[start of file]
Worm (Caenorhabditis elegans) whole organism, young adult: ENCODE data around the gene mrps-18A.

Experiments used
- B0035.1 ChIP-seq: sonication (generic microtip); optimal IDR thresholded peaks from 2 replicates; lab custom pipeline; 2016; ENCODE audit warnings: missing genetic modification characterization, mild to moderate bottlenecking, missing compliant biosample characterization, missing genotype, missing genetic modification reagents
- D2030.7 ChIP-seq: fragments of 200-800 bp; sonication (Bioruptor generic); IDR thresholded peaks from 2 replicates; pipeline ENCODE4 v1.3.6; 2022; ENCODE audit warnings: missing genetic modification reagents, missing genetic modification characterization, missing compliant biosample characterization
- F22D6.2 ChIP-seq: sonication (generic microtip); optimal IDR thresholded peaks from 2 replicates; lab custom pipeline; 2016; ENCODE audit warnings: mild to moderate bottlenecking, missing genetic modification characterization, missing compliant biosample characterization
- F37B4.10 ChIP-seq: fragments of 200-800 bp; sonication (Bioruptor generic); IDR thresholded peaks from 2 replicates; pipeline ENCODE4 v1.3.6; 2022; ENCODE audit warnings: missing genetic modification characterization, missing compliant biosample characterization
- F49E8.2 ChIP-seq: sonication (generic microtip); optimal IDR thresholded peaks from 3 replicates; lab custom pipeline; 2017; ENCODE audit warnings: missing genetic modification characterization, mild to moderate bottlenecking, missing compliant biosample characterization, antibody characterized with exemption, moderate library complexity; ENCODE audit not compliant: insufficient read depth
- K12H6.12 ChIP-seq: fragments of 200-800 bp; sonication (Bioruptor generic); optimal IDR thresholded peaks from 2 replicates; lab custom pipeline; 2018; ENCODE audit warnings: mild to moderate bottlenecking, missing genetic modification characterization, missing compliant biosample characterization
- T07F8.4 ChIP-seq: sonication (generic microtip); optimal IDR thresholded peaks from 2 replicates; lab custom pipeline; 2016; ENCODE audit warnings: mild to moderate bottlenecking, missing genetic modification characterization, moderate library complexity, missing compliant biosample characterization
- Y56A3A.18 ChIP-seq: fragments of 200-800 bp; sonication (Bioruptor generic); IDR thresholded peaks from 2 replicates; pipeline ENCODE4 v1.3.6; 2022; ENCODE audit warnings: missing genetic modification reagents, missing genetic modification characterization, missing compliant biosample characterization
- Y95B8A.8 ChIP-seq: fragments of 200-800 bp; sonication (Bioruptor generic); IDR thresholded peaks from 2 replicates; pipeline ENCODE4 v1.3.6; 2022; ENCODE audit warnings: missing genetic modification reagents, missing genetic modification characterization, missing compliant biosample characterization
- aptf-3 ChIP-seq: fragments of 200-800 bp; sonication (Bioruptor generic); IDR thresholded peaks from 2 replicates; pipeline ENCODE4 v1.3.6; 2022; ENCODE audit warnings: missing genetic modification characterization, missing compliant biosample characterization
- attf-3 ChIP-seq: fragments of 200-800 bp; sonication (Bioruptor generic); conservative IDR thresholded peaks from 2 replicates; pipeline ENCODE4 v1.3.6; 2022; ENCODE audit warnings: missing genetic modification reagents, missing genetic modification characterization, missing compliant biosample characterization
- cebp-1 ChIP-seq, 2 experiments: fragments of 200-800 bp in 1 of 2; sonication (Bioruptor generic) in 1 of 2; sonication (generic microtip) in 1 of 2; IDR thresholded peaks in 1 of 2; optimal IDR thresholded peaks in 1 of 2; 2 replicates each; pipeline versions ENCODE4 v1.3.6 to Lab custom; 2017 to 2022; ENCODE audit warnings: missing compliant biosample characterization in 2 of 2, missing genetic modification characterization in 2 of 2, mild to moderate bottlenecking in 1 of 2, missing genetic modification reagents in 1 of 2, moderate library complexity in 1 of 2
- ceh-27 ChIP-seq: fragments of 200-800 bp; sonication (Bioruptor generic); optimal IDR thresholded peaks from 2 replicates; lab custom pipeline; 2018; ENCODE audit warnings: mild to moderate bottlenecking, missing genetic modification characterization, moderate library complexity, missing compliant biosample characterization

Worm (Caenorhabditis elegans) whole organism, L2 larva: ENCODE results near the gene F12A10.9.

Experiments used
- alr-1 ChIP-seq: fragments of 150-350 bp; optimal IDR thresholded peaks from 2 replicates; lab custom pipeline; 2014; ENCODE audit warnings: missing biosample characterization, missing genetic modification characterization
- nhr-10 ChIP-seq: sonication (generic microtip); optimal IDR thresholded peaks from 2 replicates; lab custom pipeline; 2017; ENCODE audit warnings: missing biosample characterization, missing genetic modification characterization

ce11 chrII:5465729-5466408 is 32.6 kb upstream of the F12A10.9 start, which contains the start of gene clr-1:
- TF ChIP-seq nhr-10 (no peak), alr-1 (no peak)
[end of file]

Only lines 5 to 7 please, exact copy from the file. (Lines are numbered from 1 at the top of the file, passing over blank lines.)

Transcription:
- F22D6.2 ChIP-seq: sonication (generic microtip); optimal IDR thresholded peaks from 2 replicates; lab custom pipeline; 2016; ENCODE audit warnings: mild to moderate bottlenecking, missing genetic modification characterization, missing compliant biosample characterization
- F37B4.10 ChIP-seq: fragments of 200-800 bp; sonication (Bioruptor generic); IDR thresholded peaks from 2 replicates; pipeline ENCODE4 v1.3.6; 2022; ENCODE audit warnings: missing genetic modification characterization, missing compliant biosample characterization
- F49E8.2 ChIP-seq: sonication (generic microtip); optimal IDR thresholded peaks from 3 replicates; lab custom pipeline; 2017; ENCODE audit warnings: missing genetic modification characterization, mild to moderate bottlenecking, missing compliant biosample characterization, antibody characterized with exemption, moderate library complexity; ENCODE audit not compliant: insufficient read depth